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Robert M. La Follette Jr.

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Robert Marion "Young Bob" La Follette Jr. (February 6, 1895 – February 24, 1953) was a U.S. senator from Wisconsin from 1925 to 1947. As an outspoken son of Representative, Senator, and Wisconsin Governor Robert M. La Follette Sr., co-founder of the Progressive Party and ally of the Farmer-Labor Party in adjacent Minnesota, La Follette kept the Progressive Party alive in the US Senate until his defeat by Joe McCarthy in 1946.

Robert M. La Follette Jr.
RMLaFolletteJr.jpg
United States Senator
from Wisconsin
In office
September 30, 1925 – January 3, 1947
Preceded by Robert M. La Follette Sr.
Succeeded by Joseph McCarthy
Personal details
Born Robert Marion La Follette Jr.
(1895-02-06)February 6, 1895
Madison, Wisconsin, U.S.
Died February 24, 1953(1953-02-24) (aged 58)
Washington, D.C., U.S.
Nationality American
Political party Republican
Wisconsin Progressive Party
Spouse(s) Rachel Wilson Young

Contents

Early lifeEdit

La Follette was born in Madison, Wisconsin, the son of Robert M. La Follette Sr. and Belle Case La Follette. He attended the University of Wisconsin–Madison from 1913 to 1917 but he did not graduate because of illness. (He received the honorary degree of LL.D. from the University of Wisconsin in 1938.) The same illness kept him out the military during World War I. La Follette served as his father's private secretary between 1919 and 1925. He married Rachel Wilson Young in 1930; they had two children, Joseph Oden La Follette and Bronson Cutting La Follette. La Follette had two siblings, Philip La Follette and Fola La Follette.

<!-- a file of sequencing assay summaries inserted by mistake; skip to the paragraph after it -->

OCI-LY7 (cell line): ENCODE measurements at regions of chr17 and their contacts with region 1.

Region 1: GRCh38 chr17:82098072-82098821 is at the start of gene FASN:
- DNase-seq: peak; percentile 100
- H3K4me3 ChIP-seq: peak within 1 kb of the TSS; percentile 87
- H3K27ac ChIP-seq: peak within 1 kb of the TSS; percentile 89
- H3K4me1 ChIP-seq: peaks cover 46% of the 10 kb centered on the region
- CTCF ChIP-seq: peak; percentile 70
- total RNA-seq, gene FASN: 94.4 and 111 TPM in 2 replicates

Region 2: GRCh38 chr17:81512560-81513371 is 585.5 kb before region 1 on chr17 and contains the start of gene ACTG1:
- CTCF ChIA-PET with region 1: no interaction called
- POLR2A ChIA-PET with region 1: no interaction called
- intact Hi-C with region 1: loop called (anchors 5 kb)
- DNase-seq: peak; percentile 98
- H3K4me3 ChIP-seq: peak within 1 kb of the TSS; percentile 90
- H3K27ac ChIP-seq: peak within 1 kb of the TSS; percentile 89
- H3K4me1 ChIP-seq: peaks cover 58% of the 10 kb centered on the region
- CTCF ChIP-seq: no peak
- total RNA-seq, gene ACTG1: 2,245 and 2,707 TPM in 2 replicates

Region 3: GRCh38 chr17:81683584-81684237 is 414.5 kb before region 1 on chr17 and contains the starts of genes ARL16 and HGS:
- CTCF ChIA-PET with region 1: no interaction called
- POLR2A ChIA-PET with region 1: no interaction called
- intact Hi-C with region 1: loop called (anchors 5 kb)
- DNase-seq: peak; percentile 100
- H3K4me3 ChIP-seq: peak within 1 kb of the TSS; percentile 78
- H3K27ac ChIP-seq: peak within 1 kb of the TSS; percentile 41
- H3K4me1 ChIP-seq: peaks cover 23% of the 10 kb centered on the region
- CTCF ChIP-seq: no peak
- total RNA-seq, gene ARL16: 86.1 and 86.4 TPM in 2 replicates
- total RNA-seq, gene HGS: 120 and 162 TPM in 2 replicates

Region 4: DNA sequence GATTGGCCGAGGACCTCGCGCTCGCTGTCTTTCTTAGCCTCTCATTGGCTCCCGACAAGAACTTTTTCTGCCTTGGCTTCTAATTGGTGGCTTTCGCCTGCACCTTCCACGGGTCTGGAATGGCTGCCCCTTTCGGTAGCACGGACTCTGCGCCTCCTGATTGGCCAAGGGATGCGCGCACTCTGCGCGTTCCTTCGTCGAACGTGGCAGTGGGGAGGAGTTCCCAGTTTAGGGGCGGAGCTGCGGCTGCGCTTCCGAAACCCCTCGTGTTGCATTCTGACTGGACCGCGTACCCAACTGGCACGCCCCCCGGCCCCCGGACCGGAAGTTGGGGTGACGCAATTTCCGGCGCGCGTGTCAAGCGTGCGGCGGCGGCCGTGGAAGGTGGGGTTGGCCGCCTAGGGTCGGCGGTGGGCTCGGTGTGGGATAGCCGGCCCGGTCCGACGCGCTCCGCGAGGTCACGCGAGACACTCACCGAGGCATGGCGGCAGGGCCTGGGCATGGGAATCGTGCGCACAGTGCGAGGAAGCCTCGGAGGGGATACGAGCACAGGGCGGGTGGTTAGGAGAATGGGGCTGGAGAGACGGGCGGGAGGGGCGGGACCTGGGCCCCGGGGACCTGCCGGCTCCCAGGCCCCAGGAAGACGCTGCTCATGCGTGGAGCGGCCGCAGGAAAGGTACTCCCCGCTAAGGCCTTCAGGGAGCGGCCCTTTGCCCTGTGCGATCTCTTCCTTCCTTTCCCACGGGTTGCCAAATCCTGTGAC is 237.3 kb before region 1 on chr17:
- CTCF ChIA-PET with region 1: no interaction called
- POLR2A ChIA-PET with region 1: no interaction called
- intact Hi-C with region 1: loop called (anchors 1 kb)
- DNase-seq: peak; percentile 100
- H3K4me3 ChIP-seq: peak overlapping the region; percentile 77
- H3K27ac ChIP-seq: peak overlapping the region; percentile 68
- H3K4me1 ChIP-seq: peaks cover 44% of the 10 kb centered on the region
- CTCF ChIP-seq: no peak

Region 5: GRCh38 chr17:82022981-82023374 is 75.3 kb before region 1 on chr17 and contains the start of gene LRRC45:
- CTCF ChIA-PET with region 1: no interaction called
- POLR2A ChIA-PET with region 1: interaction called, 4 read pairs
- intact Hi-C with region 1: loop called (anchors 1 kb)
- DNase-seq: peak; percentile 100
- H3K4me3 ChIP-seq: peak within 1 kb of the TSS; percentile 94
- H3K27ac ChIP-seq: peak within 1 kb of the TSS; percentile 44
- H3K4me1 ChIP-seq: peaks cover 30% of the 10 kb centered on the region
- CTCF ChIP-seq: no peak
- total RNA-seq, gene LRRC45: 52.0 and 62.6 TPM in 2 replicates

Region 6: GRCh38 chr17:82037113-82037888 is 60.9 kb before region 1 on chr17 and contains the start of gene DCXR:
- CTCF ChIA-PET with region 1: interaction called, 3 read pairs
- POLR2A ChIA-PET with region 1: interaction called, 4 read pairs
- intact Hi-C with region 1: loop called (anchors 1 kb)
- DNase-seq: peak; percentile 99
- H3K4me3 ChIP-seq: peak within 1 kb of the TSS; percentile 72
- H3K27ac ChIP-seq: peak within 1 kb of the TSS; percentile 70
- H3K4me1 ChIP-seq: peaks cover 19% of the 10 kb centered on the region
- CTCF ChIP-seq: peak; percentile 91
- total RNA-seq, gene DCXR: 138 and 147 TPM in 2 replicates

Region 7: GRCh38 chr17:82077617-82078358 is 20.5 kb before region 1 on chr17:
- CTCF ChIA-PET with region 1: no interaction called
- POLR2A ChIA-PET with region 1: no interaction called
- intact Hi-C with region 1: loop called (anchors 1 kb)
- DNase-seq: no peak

Political careerEdit

La Follette was elected as a Republican to the United States Senate on September 29, 1925, to fill the vacancy caused by the death of his father. "Young Bob," as he was called, was a champion of organized labor. He gained national prominence between 1936 and 1940 as chairman of a special Senate investigating committee, commonly called the La Follette Civil Liberties Committee, that exposed the surveillance, physical intimidation, and other techniques used by large employers to prevent workers from organizing.

He was chairman of the Committee on Manufactures in the 71st and 72nd Congresses. He supported President Franklin D. Roosevelt and most New Deal legislation until the passage of the 1938 naval expansion bill.

He was re-elected as a Republican in 1928. With his brother Philip, he formed the Wisconsin Progressive Party in 1934, and for a time the party was dominant in Wisconsin. He was reelected with the Progressive Party in 1934 and 1940.

In April 1943 a confidential analysis by English researcher Isaiah Berlin for the British Foreign Office stated that La Follette was the:

son of the celebrated Governor and brother of ex-Governor Philip La Follette of that State. Intimately tied with the very peculiar "progressive" Wisconsin political organisation, who started as an Isolationist New Dealer and by degrees has turned into a confused anti-administration Nationalist. He is a very eccentric and unpredictable political figure who continues to be radical in internal issues and obscurantist in foreign affairs. He is said to be prepared to approve of Britain after she had expiated her past errors by more suffering than she had already endured. He is entirely independent of business interests and pressure groups, and his strength comes from the traditional place occupied by his family in Wisconsin. On the whole an ally of the Isolationists.[1]

The Wisconsin Progressive Party dissolved, and La Follette returned to the Republican Party in 1946. La Follette was one of the Senate's leading isolationists and helped found the America First Committee in 1940. He helped to draft and win passage of the Legislative Reorganization Act of 1946 that modernized the legislative process in Congress.[2]

DefeatEdit

La Follette was an unsuccessful candidate for reelection as a Republican in 1946. He ran an isolationist campaign against the United Nations and was critical of Soviet dictator Joseph Stalin but ended up narrowly losing to Joseph McCarthy in the Republican primary, 207,935 votes to 202,557.[3] While La Follette initially started with a large lead in the polls, that lead gradually dwindled, and on the primary election day, the results of the final county to report polls tipped the scales in McCarthy's favor. La Follette sent a one-word telegram saying "Congratulations" to McCarthy.